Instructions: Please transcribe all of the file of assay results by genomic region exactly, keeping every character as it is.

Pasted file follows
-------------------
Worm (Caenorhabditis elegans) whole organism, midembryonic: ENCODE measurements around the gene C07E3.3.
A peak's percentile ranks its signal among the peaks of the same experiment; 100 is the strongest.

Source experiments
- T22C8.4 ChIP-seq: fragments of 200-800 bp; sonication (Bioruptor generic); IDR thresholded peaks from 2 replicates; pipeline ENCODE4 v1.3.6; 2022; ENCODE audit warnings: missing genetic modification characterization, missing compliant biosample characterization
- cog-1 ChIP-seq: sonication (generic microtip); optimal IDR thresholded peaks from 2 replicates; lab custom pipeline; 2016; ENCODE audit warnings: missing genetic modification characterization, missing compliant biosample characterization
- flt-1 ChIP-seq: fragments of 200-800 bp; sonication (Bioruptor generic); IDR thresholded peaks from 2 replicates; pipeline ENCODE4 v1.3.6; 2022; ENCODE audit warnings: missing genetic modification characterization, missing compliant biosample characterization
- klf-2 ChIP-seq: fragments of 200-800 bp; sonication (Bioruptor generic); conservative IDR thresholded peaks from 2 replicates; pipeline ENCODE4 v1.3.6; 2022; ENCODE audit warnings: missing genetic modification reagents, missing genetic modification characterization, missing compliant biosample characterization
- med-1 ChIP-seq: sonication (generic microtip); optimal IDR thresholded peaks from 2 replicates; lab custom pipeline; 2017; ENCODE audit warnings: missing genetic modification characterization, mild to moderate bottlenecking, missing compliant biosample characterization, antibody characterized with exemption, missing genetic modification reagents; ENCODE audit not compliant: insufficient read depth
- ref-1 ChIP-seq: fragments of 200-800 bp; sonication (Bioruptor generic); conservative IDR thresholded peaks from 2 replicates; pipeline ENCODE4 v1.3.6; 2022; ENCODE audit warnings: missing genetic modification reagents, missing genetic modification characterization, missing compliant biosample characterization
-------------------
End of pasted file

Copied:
Worm (Caenorhabditis elegans) whole organism, midembryonic: ENCODE measurements around the gene C07E3.3.
A peak's percentile ranks its signal among the peaks of the same experiment; 100 is the strongest.

Source experiments
- T22C8.4 ChIP-seq: fragments of 200-800 bp; sonication (Bioruptor generic); IDR thresholded peaks from 2 replicates; pipeline ENCODE4 v1.3.6; 2022; ENCODE audit warnings: missing genetic modification characterization, missing compliant biosample characterization
- cog-1 ChIP-seq: sonication (generic microtip); optimal IDR thresholded peaks from 2 replicates; lab custom pipeline; 2016; ENCODE audit warnings: missing genetic modification characterization, missing compliant biosample characterization
- flt-1 ChIP-seq: fragments of 200-800 bp; sonication (Bioruptor generic); IDR thresholded peaks from 2 replicates; pipeline ENCODE4 v1.3.6; 2022; ENCODE audit warnings: missing genetic modification characterization, missing compliant biosample characterization
- klf-2 ChIP-seq: fragments of 200-800 bp; sonication (Bioruptor generic); conservative IDR thresholded peaks from 2 replicates; pipeline ENCODE4 v1.3.6; 2022; ENCODE audit warnings: missing genetic modification reagents, missing genetic modification characterization, missing compliant biosample characterization
- med-1 ChIP-seq: sonication (generic microtip); optimal IDR thresholded peaks from 2 replicates; lab custom pipeline; 2017; ENCODE audit warnings: missing genetic modification characterization, mild to moderate bottlenecking, missing compliant biosample characterization, antibody characterized with exemption, missing genetic modification reagents; ENCODE audit not compliant: insufficient read depth
- ref-1 ChIP-seq: fragments of 200-800 bp; sonication (Bioruptor generic); conservative IDR thresholded peaks from 2 replicates; pipeline ENCODE4 v1.3.6; 2022; ENCODE audit warnings: missing genetic modification reagents, missing genetic modification characterization, missing compliant biosample characterization